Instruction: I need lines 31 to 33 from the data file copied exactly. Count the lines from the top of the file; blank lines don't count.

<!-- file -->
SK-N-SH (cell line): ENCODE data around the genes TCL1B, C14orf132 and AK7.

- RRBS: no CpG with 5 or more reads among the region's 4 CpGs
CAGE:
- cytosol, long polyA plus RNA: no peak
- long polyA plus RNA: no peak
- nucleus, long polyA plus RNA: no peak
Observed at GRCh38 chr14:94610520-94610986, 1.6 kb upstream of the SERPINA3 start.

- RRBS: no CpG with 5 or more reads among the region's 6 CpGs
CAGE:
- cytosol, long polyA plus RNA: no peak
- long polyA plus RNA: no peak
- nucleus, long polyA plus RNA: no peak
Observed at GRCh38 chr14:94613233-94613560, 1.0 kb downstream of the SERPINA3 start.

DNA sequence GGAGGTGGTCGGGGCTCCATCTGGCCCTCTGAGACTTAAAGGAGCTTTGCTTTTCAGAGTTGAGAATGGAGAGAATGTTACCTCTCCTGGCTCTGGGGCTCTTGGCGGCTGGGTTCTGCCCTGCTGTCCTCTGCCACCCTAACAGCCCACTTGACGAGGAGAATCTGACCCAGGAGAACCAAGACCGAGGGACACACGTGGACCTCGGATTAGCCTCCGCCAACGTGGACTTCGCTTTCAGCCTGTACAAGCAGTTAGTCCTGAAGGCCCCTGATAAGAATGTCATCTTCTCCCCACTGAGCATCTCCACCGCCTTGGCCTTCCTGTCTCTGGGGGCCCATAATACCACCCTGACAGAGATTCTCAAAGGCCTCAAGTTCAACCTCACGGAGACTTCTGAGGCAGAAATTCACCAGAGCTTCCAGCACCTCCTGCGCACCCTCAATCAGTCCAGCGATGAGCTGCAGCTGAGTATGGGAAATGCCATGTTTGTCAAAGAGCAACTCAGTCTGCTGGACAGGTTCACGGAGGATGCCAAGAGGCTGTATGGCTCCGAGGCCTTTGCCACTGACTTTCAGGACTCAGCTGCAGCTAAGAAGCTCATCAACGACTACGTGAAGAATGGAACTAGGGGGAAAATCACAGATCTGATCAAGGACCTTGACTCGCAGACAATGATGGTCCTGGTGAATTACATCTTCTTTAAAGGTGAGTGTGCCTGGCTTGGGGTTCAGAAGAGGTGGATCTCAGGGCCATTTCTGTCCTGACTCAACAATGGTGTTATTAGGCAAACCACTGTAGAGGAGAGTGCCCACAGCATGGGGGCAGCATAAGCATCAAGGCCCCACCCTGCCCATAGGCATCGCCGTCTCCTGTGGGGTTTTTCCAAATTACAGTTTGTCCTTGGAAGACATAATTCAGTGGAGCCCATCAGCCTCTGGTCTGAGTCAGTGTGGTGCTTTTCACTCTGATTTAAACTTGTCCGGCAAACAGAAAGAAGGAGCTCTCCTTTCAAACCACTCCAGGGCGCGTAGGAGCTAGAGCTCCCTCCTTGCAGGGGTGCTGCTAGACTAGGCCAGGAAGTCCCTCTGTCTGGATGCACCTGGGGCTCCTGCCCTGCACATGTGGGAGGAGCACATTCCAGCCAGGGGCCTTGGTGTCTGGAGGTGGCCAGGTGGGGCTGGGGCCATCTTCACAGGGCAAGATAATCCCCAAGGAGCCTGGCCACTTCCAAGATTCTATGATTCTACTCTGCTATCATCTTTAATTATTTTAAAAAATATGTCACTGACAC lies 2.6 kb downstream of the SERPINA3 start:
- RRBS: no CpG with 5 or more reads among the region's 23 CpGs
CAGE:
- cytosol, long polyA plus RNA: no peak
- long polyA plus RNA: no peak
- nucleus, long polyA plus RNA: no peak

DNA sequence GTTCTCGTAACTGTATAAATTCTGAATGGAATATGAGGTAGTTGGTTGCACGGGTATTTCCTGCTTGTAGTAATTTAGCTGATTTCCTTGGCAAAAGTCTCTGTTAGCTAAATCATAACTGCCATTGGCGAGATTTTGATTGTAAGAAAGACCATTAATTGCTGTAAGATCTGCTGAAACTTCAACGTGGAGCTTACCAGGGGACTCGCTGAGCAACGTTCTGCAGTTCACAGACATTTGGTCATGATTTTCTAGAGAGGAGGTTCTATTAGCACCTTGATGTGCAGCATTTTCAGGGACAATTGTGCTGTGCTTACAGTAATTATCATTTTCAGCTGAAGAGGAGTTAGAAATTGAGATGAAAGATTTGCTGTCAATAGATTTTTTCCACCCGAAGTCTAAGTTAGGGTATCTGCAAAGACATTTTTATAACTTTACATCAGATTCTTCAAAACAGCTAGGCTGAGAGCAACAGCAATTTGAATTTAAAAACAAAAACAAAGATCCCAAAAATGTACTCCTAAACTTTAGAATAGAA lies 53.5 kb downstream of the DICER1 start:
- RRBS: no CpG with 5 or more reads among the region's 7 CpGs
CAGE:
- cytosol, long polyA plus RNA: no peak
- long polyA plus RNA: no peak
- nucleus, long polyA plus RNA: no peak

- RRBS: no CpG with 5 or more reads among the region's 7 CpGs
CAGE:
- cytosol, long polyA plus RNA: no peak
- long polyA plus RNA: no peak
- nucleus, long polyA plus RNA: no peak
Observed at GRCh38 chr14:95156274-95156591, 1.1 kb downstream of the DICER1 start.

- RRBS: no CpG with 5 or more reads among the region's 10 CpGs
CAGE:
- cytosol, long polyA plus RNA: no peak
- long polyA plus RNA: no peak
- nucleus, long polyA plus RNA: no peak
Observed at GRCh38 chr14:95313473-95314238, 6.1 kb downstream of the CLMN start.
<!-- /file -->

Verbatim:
Observed at GRCh38 chr14:95156274-95156591, 1.1 kb downstream of the DICER1 start.

- RRBS: no CpG with 5 or more reads among the region's 10 CpGs
CAGE: